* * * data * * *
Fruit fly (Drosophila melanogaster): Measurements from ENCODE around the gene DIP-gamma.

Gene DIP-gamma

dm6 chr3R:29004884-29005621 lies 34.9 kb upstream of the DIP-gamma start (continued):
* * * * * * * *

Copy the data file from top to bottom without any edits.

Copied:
Fruit fly (Drosophila melanogaster): Measurements from ENCODE around the gene DIP-gamma.

Gene DIP-gamma

dm6 chr3R:29004884-29005621 lies 34.9 kb upstream of the DIP-gamma start (continued):